Student wants college to pay for her period —and she has a good point
Though colleges may provide helpful services, information, and even health-related products (i.e. condoms) to their students, there’s a specific item they do not give out for free: tampons. And one student is justifiably not okay with this exclusion.
According to Couillard, Columbia College Student Council president Ben Makansi recently stated that he would discuss the provision of free tampons with Scott Wright, Vice President of Campus Services. Another campus organization, the Engineering Student Council, is passionate about this issue and will also be speaking to Wright about free tampon distribution. The takeaway: students strongly feel that an important discussion about female hygiene must be had.
Overall, Courtney wonders why her university isn’t supporting people who menstruate (Barnard, which is affiliated with Columbia University, is a women’s college). Yet, while this specific issue may be on the college level, it represents part of a bigger picture: tampon tax.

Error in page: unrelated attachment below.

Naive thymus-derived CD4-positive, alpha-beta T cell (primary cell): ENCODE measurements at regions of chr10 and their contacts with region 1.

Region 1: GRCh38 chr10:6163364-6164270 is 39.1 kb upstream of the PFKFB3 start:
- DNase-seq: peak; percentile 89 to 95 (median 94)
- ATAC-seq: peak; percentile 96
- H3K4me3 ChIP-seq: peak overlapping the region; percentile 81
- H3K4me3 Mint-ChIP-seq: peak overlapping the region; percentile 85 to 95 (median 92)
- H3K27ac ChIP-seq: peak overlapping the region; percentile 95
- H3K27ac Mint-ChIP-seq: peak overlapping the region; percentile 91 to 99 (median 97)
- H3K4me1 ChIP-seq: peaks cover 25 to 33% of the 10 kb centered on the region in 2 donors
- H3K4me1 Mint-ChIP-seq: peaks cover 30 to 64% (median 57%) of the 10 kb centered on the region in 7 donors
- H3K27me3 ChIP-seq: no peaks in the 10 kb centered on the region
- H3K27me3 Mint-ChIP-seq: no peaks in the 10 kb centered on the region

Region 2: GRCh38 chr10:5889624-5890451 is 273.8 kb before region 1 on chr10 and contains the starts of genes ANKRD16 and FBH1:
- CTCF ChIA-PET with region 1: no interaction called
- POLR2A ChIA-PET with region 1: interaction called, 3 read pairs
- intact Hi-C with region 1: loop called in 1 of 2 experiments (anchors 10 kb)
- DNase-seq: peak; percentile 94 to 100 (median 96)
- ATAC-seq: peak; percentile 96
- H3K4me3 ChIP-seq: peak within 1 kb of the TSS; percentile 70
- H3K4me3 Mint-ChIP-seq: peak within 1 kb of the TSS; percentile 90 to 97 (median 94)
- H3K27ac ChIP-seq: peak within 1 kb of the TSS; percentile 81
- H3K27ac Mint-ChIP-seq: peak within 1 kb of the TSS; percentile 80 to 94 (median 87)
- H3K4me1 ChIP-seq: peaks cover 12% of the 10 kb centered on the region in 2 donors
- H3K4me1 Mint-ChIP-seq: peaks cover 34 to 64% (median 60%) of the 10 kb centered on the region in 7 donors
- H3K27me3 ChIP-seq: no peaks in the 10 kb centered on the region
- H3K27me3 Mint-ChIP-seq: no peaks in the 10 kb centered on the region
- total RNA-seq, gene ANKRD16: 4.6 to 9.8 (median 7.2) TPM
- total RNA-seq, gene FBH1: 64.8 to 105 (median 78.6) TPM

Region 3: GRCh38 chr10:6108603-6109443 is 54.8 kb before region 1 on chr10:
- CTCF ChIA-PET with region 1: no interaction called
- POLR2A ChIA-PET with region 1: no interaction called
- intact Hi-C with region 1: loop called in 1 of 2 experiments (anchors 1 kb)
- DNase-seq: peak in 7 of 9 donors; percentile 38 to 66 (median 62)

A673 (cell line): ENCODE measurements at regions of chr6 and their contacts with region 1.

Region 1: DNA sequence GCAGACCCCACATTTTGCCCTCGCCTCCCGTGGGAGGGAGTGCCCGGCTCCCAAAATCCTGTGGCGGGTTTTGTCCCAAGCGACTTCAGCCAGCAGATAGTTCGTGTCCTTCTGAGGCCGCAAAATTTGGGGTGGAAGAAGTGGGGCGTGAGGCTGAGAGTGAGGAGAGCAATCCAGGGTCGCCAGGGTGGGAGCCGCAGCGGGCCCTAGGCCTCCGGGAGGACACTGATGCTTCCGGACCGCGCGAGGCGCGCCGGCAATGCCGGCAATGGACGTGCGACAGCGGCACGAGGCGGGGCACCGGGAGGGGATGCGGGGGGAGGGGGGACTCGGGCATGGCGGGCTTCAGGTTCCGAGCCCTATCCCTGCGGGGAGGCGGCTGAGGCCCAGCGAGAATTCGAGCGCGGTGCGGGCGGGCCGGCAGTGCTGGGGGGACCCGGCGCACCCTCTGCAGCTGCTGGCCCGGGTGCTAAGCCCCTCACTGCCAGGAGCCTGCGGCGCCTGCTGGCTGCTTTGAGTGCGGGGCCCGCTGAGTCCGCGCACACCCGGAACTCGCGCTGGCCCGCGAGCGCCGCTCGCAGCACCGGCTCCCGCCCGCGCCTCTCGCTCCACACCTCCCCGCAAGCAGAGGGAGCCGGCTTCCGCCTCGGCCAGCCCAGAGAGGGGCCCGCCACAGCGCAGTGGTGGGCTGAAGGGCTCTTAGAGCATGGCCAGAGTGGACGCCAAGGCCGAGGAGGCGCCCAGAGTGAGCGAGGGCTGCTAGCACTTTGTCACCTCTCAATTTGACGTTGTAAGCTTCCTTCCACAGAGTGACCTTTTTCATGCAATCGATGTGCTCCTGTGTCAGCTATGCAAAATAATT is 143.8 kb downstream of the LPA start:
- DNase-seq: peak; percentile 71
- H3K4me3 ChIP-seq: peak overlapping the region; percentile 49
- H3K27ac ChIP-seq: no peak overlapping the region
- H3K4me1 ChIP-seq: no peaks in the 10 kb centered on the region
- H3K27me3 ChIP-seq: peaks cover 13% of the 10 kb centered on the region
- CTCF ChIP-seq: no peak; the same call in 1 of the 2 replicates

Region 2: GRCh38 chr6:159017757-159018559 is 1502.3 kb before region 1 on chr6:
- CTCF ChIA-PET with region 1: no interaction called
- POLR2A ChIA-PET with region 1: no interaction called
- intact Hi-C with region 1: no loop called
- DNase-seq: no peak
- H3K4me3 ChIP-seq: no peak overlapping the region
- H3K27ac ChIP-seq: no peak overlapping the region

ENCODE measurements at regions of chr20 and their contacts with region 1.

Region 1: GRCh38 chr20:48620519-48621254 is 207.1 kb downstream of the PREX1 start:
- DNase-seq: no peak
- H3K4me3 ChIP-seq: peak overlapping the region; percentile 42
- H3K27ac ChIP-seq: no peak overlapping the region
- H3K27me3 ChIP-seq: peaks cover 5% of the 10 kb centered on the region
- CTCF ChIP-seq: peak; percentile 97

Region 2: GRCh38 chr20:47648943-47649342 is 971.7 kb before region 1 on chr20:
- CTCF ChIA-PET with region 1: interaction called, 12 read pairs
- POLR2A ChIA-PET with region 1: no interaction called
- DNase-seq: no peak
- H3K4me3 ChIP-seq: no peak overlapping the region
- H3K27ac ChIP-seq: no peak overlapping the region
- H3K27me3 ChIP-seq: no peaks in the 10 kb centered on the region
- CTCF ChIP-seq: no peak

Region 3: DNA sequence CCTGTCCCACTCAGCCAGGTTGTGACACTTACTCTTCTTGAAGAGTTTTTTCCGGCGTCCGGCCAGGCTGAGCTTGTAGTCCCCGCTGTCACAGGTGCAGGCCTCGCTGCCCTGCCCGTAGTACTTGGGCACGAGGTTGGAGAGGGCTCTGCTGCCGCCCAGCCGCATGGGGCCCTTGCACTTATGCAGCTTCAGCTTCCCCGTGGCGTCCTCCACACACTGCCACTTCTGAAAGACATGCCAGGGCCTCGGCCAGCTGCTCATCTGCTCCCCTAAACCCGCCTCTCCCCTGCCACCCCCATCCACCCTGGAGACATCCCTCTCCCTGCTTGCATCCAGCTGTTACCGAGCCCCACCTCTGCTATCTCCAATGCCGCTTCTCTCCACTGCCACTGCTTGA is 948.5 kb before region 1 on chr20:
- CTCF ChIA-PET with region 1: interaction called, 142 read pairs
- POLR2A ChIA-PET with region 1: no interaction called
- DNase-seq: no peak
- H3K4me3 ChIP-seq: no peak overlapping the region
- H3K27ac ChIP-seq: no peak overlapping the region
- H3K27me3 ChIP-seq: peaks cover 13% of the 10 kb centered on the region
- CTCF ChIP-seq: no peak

Feminine sanitary products like pads and tampons are taxed as “luxury goods” – even though having your period is anything but a luxury. In total, 40 states impose this tax upon its female residents. Couillard adds, referring specifically to her free tampon initiative,
Earlier this year, California assemblywomen Cristina Garcia and Ling Ling Chang introduced a bill that will categorize feminine hygiene products as medical necessities. “Basically, we are being taxed for being women,” stated Garcia. “This is a step in the right direction to fix this gender injustice. Women have no choice but to buy these products, so the economic effect is only felt by woman [sic] and women of color are particularly hard hit by this tax.” Garcia’s news release added that California women pay over $20 million, annually, in taxes on feminine hygiene products, spending an average of $7 per month for 40 years.
That’s exactly why Couillard aspires to help her fellow students maintain their hygiene in an affordable, manageable fashion. After adding that male students should stand with their female peers in the name of hygiene and health, Courtney concludes,